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Coming this week is Splinter Cell: Blacklist, the seventh in a long series of video games that have captured the imaginations of gamers since 2002. The first time we picked up the controls and took Sam Fisher out for a spin, we were treated to a whole new form of stealth gameplay that broke ground within the genre and made Tom Clancy’s Splinter Cell one of the most memorable games of all time.
The latest games in the franchise, however, have left many old-school gamers with a bad taste in their mouths and a sense of loss. Not only had Ubisoft decided to bring their games to a wider audience, but in doing so had seemingly abandoned the iconic stealth elements for a more action-packed blockbuster video game. No longer were we lurking in the shadows and avoiding enemies while taking our time to “ghost” the mission objective; now local businesses are weeping at the size of their insurance bills in Splinter Cell: Conviction, as attack helicopters level entire buildings around Sam as he runs from cover to cover. For many, this was a travesty and they mourned this change in game-play like the loss of an old friend.
A fresh start?
And then came the announcement of the new Splinter Cell: Blacklist. While Conviction had focused more on action movie style scenes and created a gameplay system that involved tagging and dispatching enemies in a “Bourne-esque” manner; Ubisoft had decided that an amalgamation of the older stealth focused games and the newer action packed ones would appeal to a much broader audience, while making the bread-and-butter players happy once more.
They were right. As the new gameplay videos and walkthroughs began to surface, gamers everywhere started getting excited. Old moves that were ingrained into our memories are now being reintroduced into the gameplay mechanics, like shooting out the lights to create darkness, cutting the side of a tent open to sneak up behind the enemy and whistling to create a distraction.
This generation of action games is coming to a close and a slow return to a much more deep and mature gaming experience is reemerging. Ubisoft have listened to the voice of their older customers, heard our cry for “less action, more stealth” and responded in a way that benefits all. Splinter Cell: Blacklist will continue to feature the “Last known position” and “Mark and Execute” functionality of the previous Conviction title, while bringing back the stealth elements of previous games. Thus Ubisoft seeks to create something entirely new that allows us the freedom to choose our preferred style of gameplay.
Sam Fisher’s journey as a character through the last few Splinter Cell games has been wrought with personal anguish, with Conviction taking Sam on a far more emotional journey of revenge and sorrow. In Splinter Cell: Blacklist however, Ubisoft are hoping to take Sam back to basics without excluding previous storylines and have chosen a great angle to approach. Blacklist will now see Sam in charge of his own team of Splinter Cell operatives who are answerable only to the United States president, while recruiting and training new agents for the newly rebuilt “Fourth Echelon”.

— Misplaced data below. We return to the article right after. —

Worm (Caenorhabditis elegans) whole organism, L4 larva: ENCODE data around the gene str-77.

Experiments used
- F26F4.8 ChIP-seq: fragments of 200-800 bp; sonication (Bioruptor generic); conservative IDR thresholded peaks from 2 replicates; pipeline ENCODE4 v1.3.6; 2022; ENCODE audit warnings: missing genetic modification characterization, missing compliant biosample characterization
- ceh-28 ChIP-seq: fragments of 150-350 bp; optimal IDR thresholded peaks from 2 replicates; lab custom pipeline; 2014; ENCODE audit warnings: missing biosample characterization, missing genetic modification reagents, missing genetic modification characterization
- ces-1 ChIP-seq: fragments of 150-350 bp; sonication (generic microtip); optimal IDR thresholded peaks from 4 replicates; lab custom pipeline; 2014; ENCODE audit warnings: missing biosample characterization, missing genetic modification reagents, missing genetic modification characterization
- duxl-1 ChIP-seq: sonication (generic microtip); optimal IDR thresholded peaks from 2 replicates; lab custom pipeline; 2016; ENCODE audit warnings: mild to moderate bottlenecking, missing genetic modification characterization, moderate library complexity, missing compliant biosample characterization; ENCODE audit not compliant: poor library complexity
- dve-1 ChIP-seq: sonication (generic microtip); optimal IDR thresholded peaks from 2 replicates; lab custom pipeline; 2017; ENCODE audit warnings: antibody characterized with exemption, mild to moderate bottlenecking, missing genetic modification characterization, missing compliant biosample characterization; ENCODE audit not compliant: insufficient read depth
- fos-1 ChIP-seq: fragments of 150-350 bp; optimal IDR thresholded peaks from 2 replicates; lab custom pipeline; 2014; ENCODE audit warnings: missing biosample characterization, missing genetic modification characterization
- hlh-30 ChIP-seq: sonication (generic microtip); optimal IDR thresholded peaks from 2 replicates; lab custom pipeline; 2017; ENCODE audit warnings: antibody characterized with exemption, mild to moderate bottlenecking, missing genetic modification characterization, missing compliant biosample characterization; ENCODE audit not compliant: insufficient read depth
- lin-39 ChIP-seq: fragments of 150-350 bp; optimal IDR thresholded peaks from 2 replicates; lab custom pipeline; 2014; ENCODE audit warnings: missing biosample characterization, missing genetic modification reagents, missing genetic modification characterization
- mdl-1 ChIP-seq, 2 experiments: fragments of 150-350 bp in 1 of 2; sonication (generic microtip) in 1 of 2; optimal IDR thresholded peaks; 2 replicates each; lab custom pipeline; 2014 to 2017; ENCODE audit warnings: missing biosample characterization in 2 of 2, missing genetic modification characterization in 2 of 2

With Sam in charge of Fourth Echelon, he is tasked with stopping a new terrorist threat involving a “black list” while fighting off his old team and taking down the last remnants of the old Third Echelon. Some old names and familiar voices make a return, with the ever lovely and dangerous Grimsdóttír talking you through your missions, while Sam himself sees a new voice actor in the way of “Eric Johnson”. While Eric has tried really hard to sound like the gravel-voiced Sam Fisher we all knew and loved, he just hasn’t quite eaten enough rocks and sand in the way that made Michael Ironside’s voice so unforgettable.
Splinter Cell: Blacklist will again see both coop and versus multiplayer modes, modes that extended the life of previous Splinter Cell games quite significantly. Ubisoft seem particularly proud of the versus mode entitled “Spies vs Mercs”, in which two teams battle against each other for one objective. In this four player match, two players take control of stealthy agents in the dark, while the other two play Mercs in first person perspective. This creates a fascinating game of cat and mouse. Also a welcome sight is the return of the coop missions, only this time expect one of the players to be Sam while the other controls Fisher’s new protégé and ex CIA agent – Isaac Briggs.
Splinter Cell: Blacklist is promising a lot. From what we have seen of the gameplay videos so far, this new game will be delivering on those promises and I for one am truly excited to get my hands on it. Once again Ubisoft have broken new ground, using the stumbling blocks of Splinter Cell: Double Agent and Splinter Cell: Conviction to create an even stronger title in the franchise and bring about the return of good old-fashioned Splinter Cell, just the way we remembered it.